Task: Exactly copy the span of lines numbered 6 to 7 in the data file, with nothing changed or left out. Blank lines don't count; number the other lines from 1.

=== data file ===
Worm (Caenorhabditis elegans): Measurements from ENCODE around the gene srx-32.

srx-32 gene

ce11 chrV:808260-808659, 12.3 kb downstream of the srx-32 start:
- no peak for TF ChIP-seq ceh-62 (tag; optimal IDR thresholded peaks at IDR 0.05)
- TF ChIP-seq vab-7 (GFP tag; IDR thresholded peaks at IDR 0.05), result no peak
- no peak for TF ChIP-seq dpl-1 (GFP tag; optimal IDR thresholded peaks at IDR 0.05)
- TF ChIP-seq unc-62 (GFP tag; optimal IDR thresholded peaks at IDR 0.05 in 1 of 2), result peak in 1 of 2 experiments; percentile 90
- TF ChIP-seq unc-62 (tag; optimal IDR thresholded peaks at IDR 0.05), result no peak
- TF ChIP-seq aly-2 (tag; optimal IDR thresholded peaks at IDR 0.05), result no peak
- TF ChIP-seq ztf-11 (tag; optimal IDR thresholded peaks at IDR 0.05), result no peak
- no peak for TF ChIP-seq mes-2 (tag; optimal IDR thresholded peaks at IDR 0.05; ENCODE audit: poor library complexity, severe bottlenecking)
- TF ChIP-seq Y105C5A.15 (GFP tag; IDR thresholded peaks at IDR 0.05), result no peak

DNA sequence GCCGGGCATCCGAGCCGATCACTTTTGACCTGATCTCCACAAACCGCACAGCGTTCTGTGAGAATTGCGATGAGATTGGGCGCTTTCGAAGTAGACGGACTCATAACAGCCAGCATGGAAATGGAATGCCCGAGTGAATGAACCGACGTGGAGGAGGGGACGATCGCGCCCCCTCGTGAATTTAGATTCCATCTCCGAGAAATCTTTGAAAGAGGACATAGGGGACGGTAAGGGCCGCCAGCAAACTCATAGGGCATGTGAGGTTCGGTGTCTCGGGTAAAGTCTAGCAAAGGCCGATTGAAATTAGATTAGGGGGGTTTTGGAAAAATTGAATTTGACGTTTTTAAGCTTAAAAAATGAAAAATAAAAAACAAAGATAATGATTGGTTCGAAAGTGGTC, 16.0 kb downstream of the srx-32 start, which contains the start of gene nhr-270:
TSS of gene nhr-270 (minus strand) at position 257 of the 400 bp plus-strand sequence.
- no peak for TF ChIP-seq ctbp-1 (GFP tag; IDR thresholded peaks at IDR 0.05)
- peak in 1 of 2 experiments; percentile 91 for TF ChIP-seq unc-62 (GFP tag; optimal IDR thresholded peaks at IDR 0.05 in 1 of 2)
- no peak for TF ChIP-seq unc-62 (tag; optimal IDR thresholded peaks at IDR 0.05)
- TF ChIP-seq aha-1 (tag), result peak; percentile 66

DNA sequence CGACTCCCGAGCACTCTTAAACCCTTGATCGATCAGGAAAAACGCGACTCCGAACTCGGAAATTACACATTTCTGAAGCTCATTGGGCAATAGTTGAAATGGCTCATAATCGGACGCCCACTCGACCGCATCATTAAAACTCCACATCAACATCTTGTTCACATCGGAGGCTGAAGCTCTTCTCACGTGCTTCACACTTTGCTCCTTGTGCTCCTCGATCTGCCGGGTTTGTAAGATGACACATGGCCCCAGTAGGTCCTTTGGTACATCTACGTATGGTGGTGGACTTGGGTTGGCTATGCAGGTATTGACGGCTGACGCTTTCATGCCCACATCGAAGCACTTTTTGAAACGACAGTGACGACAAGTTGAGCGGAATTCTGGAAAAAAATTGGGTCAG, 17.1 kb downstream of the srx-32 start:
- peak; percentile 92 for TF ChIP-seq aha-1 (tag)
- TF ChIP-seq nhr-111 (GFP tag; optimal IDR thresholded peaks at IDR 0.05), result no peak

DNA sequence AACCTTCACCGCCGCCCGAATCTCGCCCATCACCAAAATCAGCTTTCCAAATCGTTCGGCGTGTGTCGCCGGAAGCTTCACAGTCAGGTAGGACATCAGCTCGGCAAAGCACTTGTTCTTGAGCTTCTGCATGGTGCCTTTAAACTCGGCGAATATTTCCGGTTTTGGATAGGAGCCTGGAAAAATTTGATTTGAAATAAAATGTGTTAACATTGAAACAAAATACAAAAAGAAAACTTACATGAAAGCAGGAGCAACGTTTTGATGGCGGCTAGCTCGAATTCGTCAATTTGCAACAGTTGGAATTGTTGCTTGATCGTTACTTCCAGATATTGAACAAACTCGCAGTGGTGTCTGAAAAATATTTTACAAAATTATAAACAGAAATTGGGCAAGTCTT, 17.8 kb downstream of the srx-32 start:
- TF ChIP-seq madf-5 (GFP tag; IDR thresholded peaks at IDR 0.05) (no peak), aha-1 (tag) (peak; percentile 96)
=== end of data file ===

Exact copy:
- no peak for TF ChIP-seq dpl-1 (GFP tag; optimal IDR thresholded peaks at IDR 0.05)
- TF ChIP-seq unc-62 (GFP tag; optimal IDR thresholded peaks at IDR 0.05 in 1 of 2), result peak in 1 of 2 experiments; percentile 90